Mar 20, 2024 - News

Bring Chicago Home referendum vote too close to call

Illustration of a pen filling in a ballot checkbox in the shape of a house.

Illustration: Allie Carl/Axios

The future of a tax hike on Chicago's high-end real estate sales is stuck in limbo as vote totals for the Bring Chicago Home referendum remain too close to call.

Why it matters: The ballot measure — one of Mayor Brandon Johnson's signature proposals — aims to raise more than $100 million a year for homeless services, but critics worry it will further hurt the commercial real estate industry, raise rents and push more property tax burden to homeowners.

By the numbers: As of midnight, the vote total stood at 54% opposing the measure, and 46% supporting it with 23,000 votes between them.

  • But more than 109,000 potential mail-in votes had not yet been returned and counted, according to the Chicago Board of Elections.

What they're saying: "There are still 100,000 mail-in ballots to be counted, but whatever the count, one thing is abundantly clear tonight: how determined our opponents are to continue profiting from displacement and inequity," the Bring Chicago Home campaign said in a statement to WGN late Tuesday.

The other side: "We are grateful to everyone who spoke out against the constant real estate tax increases in our city," Farzin Parang, executive director of the Chicago Building Owners and Managers Association (BOMA), said in a statement.

  • He added that BOMA hopes to help "develop a detailed plan that provides genuine support to the homeless while bolstering our city competitiveness and protecting all the workers who depend on it."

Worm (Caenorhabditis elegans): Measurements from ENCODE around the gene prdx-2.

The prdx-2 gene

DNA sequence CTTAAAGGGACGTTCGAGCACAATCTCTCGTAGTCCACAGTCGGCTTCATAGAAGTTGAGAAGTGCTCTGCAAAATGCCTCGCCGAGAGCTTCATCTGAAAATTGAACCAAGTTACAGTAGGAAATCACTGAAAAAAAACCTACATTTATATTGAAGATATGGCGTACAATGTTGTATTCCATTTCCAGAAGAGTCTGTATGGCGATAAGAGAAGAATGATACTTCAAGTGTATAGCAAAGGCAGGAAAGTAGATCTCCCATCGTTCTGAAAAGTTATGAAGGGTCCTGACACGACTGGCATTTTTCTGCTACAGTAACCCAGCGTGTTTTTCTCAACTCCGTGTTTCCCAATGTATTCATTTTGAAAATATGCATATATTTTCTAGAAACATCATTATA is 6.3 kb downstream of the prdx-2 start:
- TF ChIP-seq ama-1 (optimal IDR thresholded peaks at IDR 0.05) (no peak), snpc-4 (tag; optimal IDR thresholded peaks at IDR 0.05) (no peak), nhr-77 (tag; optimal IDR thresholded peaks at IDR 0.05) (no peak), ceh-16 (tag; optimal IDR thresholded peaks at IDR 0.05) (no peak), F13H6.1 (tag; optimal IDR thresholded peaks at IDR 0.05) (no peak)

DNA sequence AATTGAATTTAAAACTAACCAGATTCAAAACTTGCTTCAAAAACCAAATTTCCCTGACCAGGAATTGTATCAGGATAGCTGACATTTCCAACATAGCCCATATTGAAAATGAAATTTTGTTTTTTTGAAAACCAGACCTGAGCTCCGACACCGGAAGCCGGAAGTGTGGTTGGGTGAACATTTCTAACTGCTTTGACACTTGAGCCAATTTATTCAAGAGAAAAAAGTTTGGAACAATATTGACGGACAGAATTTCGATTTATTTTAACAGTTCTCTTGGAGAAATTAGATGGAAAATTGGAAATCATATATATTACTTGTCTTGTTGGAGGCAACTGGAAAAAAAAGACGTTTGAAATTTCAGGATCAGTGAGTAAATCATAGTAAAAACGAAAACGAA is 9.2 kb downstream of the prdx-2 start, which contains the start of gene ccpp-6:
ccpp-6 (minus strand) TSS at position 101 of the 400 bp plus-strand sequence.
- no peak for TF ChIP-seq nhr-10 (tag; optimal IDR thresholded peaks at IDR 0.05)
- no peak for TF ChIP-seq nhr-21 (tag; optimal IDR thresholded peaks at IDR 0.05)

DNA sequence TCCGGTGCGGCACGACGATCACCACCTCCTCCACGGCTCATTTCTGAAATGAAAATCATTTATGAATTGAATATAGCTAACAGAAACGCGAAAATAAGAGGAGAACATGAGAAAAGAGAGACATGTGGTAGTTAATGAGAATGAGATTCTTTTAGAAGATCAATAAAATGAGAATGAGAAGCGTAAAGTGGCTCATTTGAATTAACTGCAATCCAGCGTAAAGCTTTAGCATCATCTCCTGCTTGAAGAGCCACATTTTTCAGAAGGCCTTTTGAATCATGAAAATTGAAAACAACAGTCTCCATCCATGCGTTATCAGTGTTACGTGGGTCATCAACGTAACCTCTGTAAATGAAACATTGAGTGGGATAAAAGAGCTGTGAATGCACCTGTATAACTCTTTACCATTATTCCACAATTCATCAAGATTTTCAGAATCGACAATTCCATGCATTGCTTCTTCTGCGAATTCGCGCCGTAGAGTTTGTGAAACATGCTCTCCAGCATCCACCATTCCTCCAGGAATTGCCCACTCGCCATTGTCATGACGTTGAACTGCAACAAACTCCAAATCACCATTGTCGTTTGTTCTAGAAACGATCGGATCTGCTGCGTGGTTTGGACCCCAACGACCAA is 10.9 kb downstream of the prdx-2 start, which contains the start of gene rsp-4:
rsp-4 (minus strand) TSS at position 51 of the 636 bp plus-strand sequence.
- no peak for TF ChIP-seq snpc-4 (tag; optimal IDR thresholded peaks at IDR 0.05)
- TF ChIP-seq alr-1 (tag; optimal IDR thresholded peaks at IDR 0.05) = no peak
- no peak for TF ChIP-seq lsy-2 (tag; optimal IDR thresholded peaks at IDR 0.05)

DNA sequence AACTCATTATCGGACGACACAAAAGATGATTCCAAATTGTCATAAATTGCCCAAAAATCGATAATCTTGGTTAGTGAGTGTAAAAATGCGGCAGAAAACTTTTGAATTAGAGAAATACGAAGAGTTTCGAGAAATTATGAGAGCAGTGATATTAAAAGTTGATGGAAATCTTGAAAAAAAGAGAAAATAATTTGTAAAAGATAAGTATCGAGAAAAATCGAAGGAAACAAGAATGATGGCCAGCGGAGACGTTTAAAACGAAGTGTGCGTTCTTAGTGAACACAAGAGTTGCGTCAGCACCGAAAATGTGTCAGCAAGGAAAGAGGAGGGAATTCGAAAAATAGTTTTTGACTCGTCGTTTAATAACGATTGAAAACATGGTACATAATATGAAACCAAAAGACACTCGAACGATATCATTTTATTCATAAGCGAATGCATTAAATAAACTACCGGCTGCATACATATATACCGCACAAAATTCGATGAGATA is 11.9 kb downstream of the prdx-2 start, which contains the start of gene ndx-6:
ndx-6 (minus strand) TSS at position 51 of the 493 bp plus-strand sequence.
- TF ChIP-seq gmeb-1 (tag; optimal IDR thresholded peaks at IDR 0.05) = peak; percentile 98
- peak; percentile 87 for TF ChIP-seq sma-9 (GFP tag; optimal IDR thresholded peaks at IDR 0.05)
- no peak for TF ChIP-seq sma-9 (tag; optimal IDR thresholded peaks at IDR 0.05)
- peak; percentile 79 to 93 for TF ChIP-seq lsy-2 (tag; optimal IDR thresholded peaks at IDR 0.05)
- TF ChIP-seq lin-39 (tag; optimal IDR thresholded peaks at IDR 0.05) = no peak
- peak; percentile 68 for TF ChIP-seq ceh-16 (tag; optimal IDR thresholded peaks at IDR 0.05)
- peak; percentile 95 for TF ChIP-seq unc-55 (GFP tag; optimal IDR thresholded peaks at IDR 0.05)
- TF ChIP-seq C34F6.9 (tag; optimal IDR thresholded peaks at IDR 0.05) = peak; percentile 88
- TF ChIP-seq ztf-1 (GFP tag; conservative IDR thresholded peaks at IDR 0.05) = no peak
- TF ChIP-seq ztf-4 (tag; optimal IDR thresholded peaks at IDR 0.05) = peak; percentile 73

Catch up quick: The measure proposes to more than double the transfer tax on the portion of property sales over $1 million and quadruple the tax on the portion over $1.5 million, while simultaneously lowering the tax on properties that sell for less than $1 million.

  • Meanwhile, some alders, and a recent Civic Federation report, have raised concerns about the measure's lack of specificity when it comes to exactly how the tax revenue would be spent.

What's next: The Chicago Board of Elections will continue to count any mail-in ballots it receives through April 2.

  • The only mail-in ballots that have been counted so far are those that arrived at least one day before the election.

This is a developing story. Check back for details.

Editor's note: This story has been corrected to reflect that the ballot measure would more than double (not almost double) the transfer tax on property sales over $1 million, and quadruple it (not triple it) on those over $1.5 million.


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